Topic: Career

So, Let's consider – Interviewing yourself 0

So, Let’s consider – Interviewing yourself

Of all the stuff I read and have to read, I find that a good interview is amongst the most interesting, enjoyable and enlightening types of articles. I read interviews in things as diverse as Parade, business and trade journals, food and social journals and there’s always the gold standard of interviews – Playboy.
Now interviews can vary in terms of focus from a profiling, business centric, solution centric and may other ways that the author/interviewer is attempting to skew the direction of the article. The ones I enjoy the most are the ones that profile a person and tell me about them, their history, likes, dislikes, priorities, goals, etc. They can also make one think about their own directions, values, history, decisions, etc.
Now chances are, very few of us are ever going to be interviewed for a magazine article, but I was wondering what it would be like to interview my self and how I might answer the questions I see being asked others a lot. Frankly, I’m going to cheat a bit, I’m only going to ask the questions and let you answer the questions for yourself, as if you were being interviewed. If you like this idea and some of the questions, you may find this concept useful at a party or as an ice breaker for a social event.
So here goes and I hope you come up with the right answers:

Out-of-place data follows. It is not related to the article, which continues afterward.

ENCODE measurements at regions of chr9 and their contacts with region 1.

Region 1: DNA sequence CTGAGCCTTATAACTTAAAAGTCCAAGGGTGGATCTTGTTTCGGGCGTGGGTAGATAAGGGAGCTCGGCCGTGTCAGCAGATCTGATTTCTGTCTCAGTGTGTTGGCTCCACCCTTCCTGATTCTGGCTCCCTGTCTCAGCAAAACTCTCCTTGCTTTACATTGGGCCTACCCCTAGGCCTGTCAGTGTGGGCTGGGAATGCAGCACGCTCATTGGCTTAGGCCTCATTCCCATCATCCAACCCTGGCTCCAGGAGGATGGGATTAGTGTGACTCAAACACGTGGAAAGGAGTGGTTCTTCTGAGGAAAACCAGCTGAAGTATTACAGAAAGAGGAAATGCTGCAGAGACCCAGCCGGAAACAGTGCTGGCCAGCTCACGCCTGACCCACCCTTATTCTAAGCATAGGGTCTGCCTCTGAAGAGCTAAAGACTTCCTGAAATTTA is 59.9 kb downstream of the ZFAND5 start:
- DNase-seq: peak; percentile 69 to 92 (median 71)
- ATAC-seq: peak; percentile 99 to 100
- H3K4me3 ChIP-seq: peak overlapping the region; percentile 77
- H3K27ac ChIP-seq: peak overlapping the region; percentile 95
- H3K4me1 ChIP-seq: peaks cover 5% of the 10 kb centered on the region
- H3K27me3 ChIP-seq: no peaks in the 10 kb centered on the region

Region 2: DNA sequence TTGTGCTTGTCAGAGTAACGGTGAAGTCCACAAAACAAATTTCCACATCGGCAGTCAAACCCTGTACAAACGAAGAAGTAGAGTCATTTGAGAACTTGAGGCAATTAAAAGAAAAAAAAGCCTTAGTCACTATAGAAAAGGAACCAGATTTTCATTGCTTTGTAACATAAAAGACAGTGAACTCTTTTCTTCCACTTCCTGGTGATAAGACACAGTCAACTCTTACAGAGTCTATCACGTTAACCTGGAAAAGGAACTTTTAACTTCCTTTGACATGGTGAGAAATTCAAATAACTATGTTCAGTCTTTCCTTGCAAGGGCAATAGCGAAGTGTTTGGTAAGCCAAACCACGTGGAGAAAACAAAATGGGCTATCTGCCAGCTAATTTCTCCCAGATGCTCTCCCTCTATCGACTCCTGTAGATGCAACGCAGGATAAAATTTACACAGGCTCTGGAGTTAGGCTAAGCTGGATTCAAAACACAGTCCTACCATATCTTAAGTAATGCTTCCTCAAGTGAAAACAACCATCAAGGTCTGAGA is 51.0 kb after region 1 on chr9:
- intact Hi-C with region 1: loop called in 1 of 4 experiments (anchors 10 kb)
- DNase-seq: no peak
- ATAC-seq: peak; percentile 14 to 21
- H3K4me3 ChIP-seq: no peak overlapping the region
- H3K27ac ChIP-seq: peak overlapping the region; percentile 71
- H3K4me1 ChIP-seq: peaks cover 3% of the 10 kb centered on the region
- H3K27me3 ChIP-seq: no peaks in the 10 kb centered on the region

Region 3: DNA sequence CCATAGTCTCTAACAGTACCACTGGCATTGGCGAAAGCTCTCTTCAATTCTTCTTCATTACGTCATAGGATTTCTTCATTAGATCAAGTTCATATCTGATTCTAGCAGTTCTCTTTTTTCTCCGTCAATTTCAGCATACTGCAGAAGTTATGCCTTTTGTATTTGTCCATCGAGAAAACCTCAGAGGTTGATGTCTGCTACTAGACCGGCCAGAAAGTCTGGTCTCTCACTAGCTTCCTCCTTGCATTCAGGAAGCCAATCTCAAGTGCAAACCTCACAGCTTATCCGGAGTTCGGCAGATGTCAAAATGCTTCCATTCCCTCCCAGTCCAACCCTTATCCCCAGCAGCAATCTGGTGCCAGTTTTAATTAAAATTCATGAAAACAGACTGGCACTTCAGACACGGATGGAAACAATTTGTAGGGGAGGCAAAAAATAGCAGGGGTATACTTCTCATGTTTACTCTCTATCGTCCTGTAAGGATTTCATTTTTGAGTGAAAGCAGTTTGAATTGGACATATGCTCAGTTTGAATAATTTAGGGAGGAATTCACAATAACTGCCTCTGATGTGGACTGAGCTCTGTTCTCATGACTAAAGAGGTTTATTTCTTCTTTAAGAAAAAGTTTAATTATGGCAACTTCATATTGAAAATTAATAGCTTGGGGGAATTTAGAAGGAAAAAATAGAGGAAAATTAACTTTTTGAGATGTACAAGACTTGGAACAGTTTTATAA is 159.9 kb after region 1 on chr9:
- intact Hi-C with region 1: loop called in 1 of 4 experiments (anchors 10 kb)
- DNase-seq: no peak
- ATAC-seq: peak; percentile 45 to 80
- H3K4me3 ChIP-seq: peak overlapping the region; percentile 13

How did you end up in the occupation or line of work that you’re doing?
What skill sets would you like to acquire or improve on?
What’s your favorite part of the day?
What is the largest lesson you’ve learned in your life?
The game I still play is?
The best gift I ever recieved was?
What one thing can you not live without?
Who has had the greatest impact(s) on your life and the decisions you’ve made?
What would you be doing if you weren’t in your current occupation? Why aren’t you doing it?
What would you like to hear God say when you arrive at the Pearly Gates?
What trends are most impacting your life?
What is your most favorite word?
What is your least favorite word?
What is your favorite curse word?
What’s the first thing you do when you get home each day?
What profession other than your own would you like to attempt?
What profession would you not like to do?
What’s the first thing you do when you get to the office or work place each day?
What do you like to hear? What’s your favorite sound?
What is your idea of earthly happiness?
To what faults do you feel most indulgent?
Who are your favorite fictional heroes?
Who are your favorite characters in history?
Who are your favorite heroines in real life?
Who are your favorite fictional heroines?
Who is your favorite painter?
Who is your favorite musician?
What quality do you most admire in a man?
What quality do you most admire in a woman?
What is your favorite virtue?
What is your favorite occupation?
Who would you have liked to be?
What’s the one thing that most people don’t know about you?
What’s the best advice you’ve ever been given? Did you follow it? Did it work?
If you had infinite money, what would you buy? Why?
Who’s your favorite composer or musical artist?
The last movie you saw was?
What was the Best movie you’ve ever seen?
What’s the best book you’ve ever read?
Where would you like to live?
What’s your guilty secret pleasure?
If you could have a superpower, what would it be?
If you were stuck on a desert island, what three items would you want?